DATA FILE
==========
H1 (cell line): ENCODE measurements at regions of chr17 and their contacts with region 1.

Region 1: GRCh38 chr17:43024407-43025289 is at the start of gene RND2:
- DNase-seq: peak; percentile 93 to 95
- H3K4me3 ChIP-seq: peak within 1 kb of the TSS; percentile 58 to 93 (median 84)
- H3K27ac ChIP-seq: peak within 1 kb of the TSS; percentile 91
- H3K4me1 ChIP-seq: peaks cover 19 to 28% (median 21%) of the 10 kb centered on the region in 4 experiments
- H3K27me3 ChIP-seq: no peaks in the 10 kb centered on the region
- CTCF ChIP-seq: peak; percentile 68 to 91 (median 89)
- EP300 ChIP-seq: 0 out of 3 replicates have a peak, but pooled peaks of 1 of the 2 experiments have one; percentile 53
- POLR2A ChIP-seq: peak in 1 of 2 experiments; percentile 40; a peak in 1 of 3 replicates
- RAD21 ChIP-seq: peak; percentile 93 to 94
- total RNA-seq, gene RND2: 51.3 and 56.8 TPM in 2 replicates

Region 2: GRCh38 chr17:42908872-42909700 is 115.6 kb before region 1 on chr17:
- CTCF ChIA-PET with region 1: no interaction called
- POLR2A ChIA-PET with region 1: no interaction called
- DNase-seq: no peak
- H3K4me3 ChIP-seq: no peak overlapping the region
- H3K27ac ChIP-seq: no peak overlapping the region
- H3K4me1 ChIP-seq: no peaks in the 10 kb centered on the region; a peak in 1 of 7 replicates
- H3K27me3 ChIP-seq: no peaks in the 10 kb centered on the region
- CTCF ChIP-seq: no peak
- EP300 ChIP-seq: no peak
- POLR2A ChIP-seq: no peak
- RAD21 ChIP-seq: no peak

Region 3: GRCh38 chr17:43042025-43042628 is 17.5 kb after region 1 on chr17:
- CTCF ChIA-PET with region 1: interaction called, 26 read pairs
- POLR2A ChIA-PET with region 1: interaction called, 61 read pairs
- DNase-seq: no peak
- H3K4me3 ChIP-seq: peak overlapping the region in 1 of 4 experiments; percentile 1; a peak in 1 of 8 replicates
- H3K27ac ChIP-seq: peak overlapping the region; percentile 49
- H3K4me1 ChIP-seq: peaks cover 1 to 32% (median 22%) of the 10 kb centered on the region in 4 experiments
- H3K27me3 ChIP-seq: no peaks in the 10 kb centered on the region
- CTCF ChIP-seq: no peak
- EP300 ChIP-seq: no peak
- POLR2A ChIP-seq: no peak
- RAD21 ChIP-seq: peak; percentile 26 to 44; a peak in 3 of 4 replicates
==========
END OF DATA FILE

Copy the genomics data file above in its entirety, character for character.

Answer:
H1 (cell line): ENCODE measurements at regions of chr17 and their contacts with region 1.

Region 1: GRCh38 chr17:43024407-43025289 is at the start of gene RND2:
- DNase-seq: peak; percentile 93 to 95
- H3K4me3 ChIP-seq: peak within 1 kb of the TSS; percentile 58 to 93 (median 84)
- H3K27ac ChIP-seq: peak within 1 kb of the TSS; percentile 91
- H3K4me1 ChIP-seq: peaks cover 19 to 28% (median 21%) of the 10 kb centered on the region in 4 experiments
- H3K27me3 ChIP-seq: no peaks in the 10 kb centered on the region
- CTCF ChIP-seq: peak; percentile 68 to 91 (median 89)
- EP300 ChIP-seq: 0 out of 3 replicates have a peak, but pooled peaks of 1 of the 2 experiments have one; percentile 53
- POLR2A ChIP-seq: peak in 1 of 2 experiments; percentile 40; a peak in 1 of 3 replicates
- RAD21 ChIP-seq: peak; percentile 93 to 94
- total RNA-seq, gene RND2: 51.3 and 56.8 TPM in 2 replicates

Region 2: GRCh38 chr17:42908872-42909700 is 115.6 kb before region 1 on chr17:
- CTCF ChIA-PET with region 1: no interaction called
- POLR2A ChIA-PET with region 1: no interaction called
- DNase-seq: no peak
- H3K4me3 ChIP-seq: no peak overlapping the region
- H3K27ac ChIP-seq: no peak overlapping the region
- H3K4me1 ChIP-seq: no peaks in the 10 kb centered on the region; a peak in 1 of 7 replicates
- H3K27me3 ChIP-seq: no peaks in the 10 kb centered on the region
- CTCF ChIP-seq: no peak
- EP300 ChIP-seq: no peak
- POLR2A ChIP-seq: no peak
- RAD21 ChIP-seq: no peak

Region 3: GRCh38 chr17:43042025-43042628 is 17.5 kb after region 1 on chr17:
- CTCF ChIA-PET with region 1: interaction called, 26 read pairs
- POLR2A ChIA-PET with region 1: interaction called, 61 read pairs
- DNase-seq: no peak
- H3K4me3 ChIP-seq: peak overlapping the region in 1 of 4 experiments; percentile 1; a peak in 1 of 8 replicates
- H3K27ac ChIP-seq: peak overlapping the region; percentile 49
- H3K4me1 ChIP-seq: peaks cover 1 to 32% (median 22%) of the 10 kb centered on the region in 4 experiments
- H3K27me3 ChIP-seq: no peaks in the 10 kb centered on the region
- CTCF ChIP-seq: no peak
- EP300 ChIP-seq: no peak
- POLR2A ChIP-seq: no peak
- RAD21 ChIP-seq: peak; percentile 26 to 44; a peak in 3 of 4 replicates